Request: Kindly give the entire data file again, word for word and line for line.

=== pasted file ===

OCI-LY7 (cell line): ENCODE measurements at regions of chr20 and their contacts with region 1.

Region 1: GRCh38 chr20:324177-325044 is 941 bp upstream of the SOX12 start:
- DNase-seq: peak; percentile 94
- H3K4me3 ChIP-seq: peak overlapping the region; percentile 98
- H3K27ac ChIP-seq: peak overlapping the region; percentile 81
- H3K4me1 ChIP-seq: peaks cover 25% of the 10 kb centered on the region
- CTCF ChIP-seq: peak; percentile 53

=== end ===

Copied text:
OCI-LY7 (cell line): ENCODE measurements at regions of chr20 and their contacts with region 1.

Region 1: GRCh38 chr20:324177-325044 is 941 bp upstream of the SOX12 start:
- DNase-seq: peak; percentile 94
- H3K4me3 ChIP-seq: peak overlapping the region; percentile 98
- H3K27ac ChIP-seq: peak overlapping the region; percentile 81
- H3K4me1 ChIP-seq: peaks cover 25% of the 10 kb centered on the region
- CTCF ChIP-seq: peak; percentile 53